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Here's how close the US is to a possible Covid-19 surge, expert warns

March 8, 2021. Summarized by summa-bot.

Compression ratio: 19.3%. 1 min read.

People gather on a beach in Miami, Florida, U.S., on Saturday, March 5, 2021. Even with some colleges canceling their mid-semester breaks, students from more than 200 schools are expected to visit Miami Beach during spring break, which runs from late February to mid-April. Photographer: Eva Marie Uzcategui/Bloomberg

The US is in the "eye of the hurricane" right now, according to epidemiologist Michael Osterholm.

After months of devastation, it appeared things were heading in the right direction with officials reporting several weeks of steep declines in Covid-19 cases and lowered hospitalization numbers.

Vaccination numbers are still not high enough -- and won't be high enough in several weeks' time -- to help suppress the predicted surge, experts warned.

On Sunday, Reeves defended his decision, saying that trying to entirely rid the state of Covid-19 cases would be an unrealistic goal, and the Covid-19 numbers officials were concerned about had all decreased.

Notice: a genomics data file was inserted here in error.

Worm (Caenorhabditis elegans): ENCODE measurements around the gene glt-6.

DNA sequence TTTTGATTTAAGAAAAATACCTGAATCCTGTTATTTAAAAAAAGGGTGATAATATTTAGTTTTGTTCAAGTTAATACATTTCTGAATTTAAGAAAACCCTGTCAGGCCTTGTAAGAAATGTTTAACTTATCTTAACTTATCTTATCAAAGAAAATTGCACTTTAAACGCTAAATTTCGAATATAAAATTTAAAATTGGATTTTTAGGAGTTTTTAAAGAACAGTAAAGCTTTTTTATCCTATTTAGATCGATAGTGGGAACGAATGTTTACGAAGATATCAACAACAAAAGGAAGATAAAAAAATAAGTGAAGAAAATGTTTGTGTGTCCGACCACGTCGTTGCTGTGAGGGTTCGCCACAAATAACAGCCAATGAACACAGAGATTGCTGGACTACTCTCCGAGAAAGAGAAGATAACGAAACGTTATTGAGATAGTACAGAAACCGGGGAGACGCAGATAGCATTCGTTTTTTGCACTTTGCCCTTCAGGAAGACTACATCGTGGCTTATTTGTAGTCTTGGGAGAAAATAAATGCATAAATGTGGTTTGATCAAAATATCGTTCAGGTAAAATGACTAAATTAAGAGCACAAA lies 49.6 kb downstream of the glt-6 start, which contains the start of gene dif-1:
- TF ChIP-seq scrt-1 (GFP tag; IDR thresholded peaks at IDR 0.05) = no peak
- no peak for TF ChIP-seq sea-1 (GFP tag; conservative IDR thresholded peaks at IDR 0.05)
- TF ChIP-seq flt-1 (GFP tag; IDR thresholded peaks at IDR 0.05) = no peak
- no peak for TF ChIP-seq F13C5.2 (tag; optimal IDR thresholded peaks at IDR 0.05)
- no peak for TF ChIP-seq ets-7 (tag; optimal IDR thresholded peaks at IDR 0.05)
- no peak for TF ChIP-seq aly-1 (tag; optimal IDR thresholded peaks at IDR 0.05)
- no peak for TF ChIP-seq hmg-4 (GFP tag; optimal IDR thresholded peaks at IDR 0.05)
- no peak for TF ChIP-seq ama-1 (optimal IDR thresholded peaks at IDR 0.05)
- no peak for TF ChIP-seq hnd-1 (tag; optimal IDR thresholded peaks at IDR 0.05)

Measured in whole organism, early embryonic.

Health officials say a more appropriate time for states to begin easing restrictions would be when daily Covid-19 cases are way down -- "considerably less" than 10,000, according to Dr. Anthony Fauci -- and vaccination numbers are way higher.

Andy Slavitt, a senior adviser to the White House Covid-19 response team, said on MSNBC Sunday there will be more than enough vaccines produced for every adult by the end of May. The President also said last week the US will have enough vaccines for every adult American by the end of May -- speeding up the administration's previous goal by two months.

"We'll have enough vaccines, I think we said for 300 million Americans," Slavitt said Sunday.

And the country's high school students could be vaccinated by the fall, according to Fauci, while younger students will likely have to wait a little longer.

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